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SAMJ: South African Medical Journal

On-line version ISSN 2078-5135
Print version ISSN 0256-9574

SAMJ, S. Afr. med. j. vol.104 n.9 Cape Town Sep. 2014

 

CORRESPONDENCE

 

Access to flucytosine for HIV-infected patients with cryptococcal meningitis - an urgent need

 

 

To the Editor: The addition of oral flucytosine to an amphotericin B-containing induction regimen for HIV-associated cryptococcal meningitis (CM) is associated with improved fungal clearance and a 39% reduction in 10-week mortality.[1] Owing to the unacceptably high mortality associated with CM, access to flucytosine needs to be prioritised in South Africa (SA), together with interventions such as earlier detection of cryptococcal disease.[2] The World Health Organization (WHO) recommended amphotericin B and flucytosine as the preferred induction regimen in rapid advice guidelines, and in 2013 included these agents in the WHO Model Lists of Essential Medicines as part of the 'core list'.[3,4] In line with WHO recommendations, the Southern African HIV Clinicians Society has strongly supported efforts to obtain access to flucytosine in updated clinical guidelines.[5] In 2012, amphotericin B was prescribed for more than 80% of patients with CM at predominantly urban sentinel hospitals.[6] The addition of flucytosine would not add much complexity to this regimen. In a resource-limited setting, Day et al.[1] showed that it was feasible to use flucytosine instead of amphotericin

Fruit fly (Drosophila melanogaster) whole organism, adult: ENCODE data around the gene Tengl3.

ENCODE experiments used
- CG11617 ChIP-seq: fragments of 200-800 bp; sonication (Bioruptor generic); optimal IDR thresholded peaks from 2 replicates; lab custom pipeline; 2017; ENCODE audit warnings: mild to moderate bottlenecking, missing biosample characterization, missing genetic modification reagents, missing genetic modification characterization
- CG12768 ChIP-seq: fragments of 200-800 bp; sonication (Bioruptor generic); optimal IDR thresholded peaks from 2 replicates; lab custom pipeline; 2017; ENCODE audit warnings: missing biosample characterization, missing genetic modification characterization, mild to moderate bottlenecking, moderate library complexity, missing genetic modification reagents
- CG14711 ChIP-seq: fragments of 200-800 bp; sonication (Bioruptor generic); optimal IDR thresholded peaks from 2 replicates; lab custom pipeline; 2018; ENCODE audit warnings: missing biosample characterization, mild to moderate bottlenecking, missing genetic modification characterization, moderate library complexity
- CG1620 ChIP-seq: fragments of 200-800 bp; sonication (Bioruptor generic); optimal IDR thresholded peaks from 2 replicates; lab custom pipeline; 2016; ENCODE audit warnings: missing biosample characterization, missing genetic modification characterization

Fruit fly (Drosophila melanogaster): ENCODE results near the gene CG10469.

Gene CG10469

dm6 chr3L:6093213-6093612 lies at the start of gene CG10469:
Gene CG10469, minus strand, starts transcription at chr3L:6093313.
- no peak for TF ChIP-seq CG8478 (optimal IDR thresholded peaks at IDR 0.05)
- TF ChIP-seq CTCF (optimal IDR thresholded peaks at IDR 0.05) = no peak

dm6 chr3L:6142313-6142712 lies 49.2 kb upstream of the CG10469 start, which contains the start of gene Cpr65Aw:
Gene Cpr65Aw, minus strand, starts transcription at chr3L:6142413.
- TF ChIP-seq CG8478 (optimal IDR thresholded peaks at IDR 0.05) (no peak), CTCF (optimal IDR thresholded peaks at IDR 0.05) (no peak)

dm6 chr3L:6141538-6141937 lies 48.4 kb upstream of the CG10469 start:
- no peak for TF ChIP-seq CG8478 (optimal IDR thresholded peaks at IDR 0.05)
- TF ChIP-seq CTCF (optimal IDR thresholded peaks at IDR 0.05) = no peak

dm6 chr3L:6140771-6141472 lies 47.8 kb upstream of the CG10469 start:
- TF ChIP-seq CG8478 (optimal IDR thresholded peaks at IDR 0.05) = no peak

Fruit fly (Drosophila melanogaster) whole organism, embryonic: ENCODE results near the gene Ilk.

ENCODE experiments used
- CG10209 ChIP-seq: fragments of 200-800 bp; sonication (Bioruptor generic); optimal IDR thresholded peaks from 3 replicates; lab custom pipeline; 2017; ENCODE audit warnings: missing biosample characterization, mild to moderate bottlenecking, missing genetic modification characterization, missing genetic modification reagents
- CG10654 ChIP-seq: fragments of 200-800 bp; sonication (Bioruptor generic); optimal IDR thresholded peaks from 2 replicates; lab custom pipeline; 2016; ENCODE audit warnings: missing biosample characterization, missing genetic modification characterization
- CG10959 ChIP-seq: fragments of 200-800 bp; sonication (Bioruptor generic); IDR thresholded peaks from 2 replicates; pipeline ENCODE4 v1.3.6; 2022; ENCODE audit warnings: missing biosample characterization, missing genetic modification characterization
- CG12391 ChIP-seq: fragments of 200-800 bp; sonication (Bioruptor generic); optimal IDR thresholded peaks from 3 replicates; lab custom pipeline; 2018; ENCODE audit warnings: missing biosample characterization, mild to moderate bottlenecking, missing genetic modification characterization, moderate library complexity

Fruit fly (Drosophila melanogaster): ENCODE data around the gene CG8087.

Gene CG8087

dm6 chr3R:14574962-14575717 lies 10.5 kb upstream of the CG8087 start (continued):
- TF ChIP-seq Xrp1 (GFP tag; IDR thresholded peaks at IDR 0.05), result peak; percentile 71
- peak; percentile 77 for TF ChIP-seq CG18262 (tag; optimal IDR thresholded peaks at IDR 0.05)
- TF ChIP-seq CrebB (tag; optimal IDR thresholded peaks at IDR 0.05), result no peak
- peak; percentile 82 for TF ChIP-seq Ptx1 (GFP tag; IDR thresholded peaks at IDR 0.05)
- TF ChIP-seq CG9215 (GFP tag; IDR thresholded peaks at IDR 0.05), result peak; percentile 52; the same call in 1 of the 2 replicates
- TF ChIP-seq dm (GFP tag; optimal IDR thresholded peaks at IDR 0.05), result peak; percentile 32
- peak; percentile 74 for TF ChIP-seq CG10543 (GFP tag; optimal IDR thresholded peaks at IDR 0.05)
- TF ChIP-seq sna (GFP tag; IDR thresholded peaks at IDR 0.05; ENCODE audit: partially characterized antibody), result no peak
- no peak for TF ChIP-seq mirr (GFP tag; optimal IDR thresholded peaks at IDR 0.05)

B monotherapy with no additional toxicity and with the same panel of monitoring blood tests, i.e. full blood count and urea, electrolytes and creatinine.

Even though flucytosine is a simple, off-patent agent that has been in clinical use for over five decades,[7] there are two major barriers to access in SA. First, while flucytosine is still registered with the Medicines Control Council (MCC), this registration has not been maintained. As a distributor for the innovator company, Roche first registered flucytosine with the MCC in the 1990s, but withdrew the product from the market in the early 2000s. Currently, flucytosine is only available for compassionate use through an MCC application (section 21 of the Medicines and Related Substances Control Act 1965), a process that may take several weeks. Second, US Food and Drug Administration (FDA)-approved flucytosine obtained through the innovator company, Meda Pharmaceuticals/Valeant, or a US-based generic manufacturer, Sigmapharm Laboratories, is expensive.[8] Based on an approximate price of R13.00 per 500 mg tablet, a 14-day treatment course for a 50 kg adult at a dose of 100 mg/kg/d would cost R1 820.00.[8] Since amphotericin B currently costs approximately R700.00 for 14 days, adding R1 820.00 inflates the drug cost of induction-phase treatment by >300%.[9] Loyse et al.[10] have suggested that high costs have persisted as a result of a market failure. However, demand for flucytosine can be reinvigorated: surveillance case numbers can be used for drug forecasting by manufacturers (approximately 7 000 cases were diagnosed in 2012[6]), best clinical practice guidelines have been developed,[5] and pooled procurement of flucytosine with other anti-infective agents may increase bargaining power.